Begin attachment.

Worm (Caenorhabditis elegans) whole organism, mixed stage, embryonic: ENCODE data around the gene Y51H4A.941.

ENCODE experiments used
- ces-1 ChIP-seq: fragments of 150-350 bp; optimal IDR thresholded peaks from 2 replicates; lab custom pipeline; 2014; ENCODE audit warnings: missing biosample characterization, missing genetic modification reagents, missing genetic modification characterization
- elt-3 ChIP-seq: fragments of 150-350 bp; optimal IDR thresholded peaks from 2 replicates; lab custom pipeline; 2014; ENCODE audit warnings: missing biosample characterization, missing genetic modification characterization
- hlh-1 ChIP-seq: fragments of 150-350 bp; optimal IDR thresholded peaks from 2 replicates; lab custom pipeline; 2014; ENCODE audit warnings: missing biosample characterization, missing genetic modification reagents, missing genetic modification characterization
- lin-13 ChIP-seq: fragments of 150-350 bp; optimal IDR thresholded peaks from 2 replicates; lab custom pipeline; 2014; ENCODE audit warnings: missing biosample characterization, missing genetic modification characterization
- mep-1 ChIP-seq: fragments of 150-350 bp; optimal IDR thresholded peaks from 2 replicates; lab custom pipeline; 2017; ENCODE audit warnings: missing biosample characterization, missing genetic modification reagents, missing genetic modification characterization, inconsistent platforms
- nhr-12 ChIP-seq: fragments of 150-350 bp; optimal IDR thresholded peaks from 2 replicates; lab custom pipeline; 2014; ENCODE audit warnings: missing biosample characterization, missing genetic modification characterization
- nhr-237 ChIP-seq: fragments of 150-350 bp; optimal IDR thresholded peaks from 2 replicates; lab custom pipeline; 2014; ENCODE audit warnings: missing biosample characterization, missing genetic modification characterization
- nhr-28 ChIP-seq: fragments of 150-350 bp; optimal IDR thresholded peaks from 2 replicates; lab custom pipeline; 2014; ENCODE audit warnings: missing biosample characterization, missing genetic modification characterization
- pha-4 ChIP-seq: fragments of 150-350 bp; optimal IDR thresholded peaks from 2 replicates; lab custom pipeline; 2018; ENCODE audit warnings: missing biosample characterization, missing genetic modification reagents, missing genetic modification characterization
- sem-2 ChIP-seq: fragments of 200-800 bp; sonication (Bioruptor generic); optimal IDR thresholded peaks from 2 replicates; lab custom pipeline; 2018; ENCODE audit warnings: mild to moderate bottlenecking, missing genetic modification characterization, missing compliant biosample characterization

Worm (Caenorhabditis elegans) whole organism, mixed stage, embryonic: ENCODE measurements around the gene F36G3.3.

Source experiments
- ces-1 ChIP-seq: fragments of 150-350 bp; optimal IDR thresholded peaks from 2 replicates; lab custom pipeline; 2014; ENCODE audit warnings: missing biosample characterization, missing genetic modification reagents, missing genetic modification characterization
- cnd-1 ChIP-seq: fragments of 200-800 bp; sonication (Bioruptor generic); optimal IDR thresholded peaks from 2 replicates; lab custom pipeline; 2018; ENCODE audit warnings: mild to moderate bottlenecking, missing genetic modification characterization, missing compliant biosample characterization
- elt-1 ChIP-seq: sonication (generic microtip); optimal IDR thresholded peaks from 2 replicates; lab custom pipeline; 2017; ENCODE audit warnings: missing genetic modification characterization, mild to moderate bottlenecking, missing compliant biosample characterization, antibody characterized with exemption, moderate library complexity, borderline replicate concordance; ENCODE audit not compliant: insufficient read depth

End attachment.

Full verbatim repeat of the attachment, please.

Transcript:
Worm (Caenorhabditis elegans) whole organism, mixed stage, embryonic: ENCODE data around the gene Y51H4A.941.

ENCODE experiments used
- ces-1 ChIP-seq: fragments of 150-350 bp; optimal IDR thresholded peaks from 2 replicates; lab custom pipeline; 2014; ENCODE audit warnings: missing biosample characterization, missing genetic modification reagents, missing genetic modification characterization
- elt-3 ChIP-seq: fragments of 150-350 bp; optimal IDR thresholded peaks from 2 replicates; lab custom pipeline; 2014; ENCODE audit warnings: missing biosample characterization, missing genetic modification characterization
- hlh-1 ChIP-seq: fragments of 150-350 bp; optimal IDR thresholded peaks from 2 replicates; lab custom pipeline; 2014; ENCODE audit warnings: missing biosample characterization, missing genetic modification reagents, missing genetic modification characterization
- lin-13 ChIP-seq: fragments of 150-350 bp; optimal IDR thresholded peaks from 2 replicates; lab custom pipeline; 2014; ENCODE audit warnings: missing biosample characterization, missing genetic modification characterization
- mep-1 ChIP-seq: fragments of 150-350 bp; optimal IDR thresholded peaks from 2 replicates; lab custom pipeline; 2017; ENCODE audit warnings: missing biosample characterization, missing genetic modification reagents, missing genetic modification characterization, inconsistent platforms
- nhr-12 ChIP-seq: fragments of 150-350 bp; optimal IDR thresholded peaks from 2 replicates; lab custom pipeline; 2014; ENCODE audit warnings: missing biosample characterization, missing genetic modification characterization
- nhr-237 ChIP-seq: fragments of 150-350 bp; optimal IDR thresholded peaks from 2 replicates; lab custom pipeline; 2014; ENCODE audit warnings: missing biosample characterization, missing genetic modification characterization
- nhr-28 ChIP-seq: fragments of 150-350 bp; optimal IDR thresholded peaks from 2 replicates; lab custom pipeline; 2014; ENCODE audit warnings: missing biosample characterization, missing genetic modification characterization
- pha-4 ChIP-seq: fragments of 150-350 bp; optimal IDR thresholded peaks from 2 replicates; lab custom pipeline; 2018; ENCODE audit warnings: missing biosample characterization, missing genetic modification reagents, missing genetic modification characterization
- sem-2 ChIP-seq: fragments of 200-800 bp; sonication (Bioruptor generic); optimal IDR thresholded peaks from 2 replicates; lab custom pipeline; 2018; ENCODE audit warnings: mild to moderate bottlenecking, missing genetic modification characterization, missing compliant biosample characterization

Worm (Caenorhabditis elegans) whole organism, mixed stage, embryonic: ENCODE measurements around the gene F36G3.3.

Source experiments
- ces-1 ChIP-seq: fragments of 150-350 bp; optimal IDR thresholded peaks from 2 replicates; lab custom pipeline; 2014; ENCODE audit warnings: missing biosample characterization, missing genetic modification reagents, missing genetic modification characterization
- cnd-1 ChIP-seq: fragments of 200-800 bp; sonication (Bioruptor generic); optimal IDR thresholded peaks from 2 replicates; lab custom pipeline; 2018; ENCODE audit warnings: mild to moderate bottlenecking, missing genetic modification characterization, missing compliant biosample characterization
- elt-1 ChIP-seq: sonication (generic microtip); optimal IDR thresholded peaks from 2 replicates; lab custom pipeline; 2017; ENCODE audit warnings: missing genetic modification characterization, mild to moderate bottlenecking, missing compliant biosample characterization, antibody characterized with exemption, moderate library complexity, borderline replicate concordance; ENCODE audit not compliant: insufficient read depth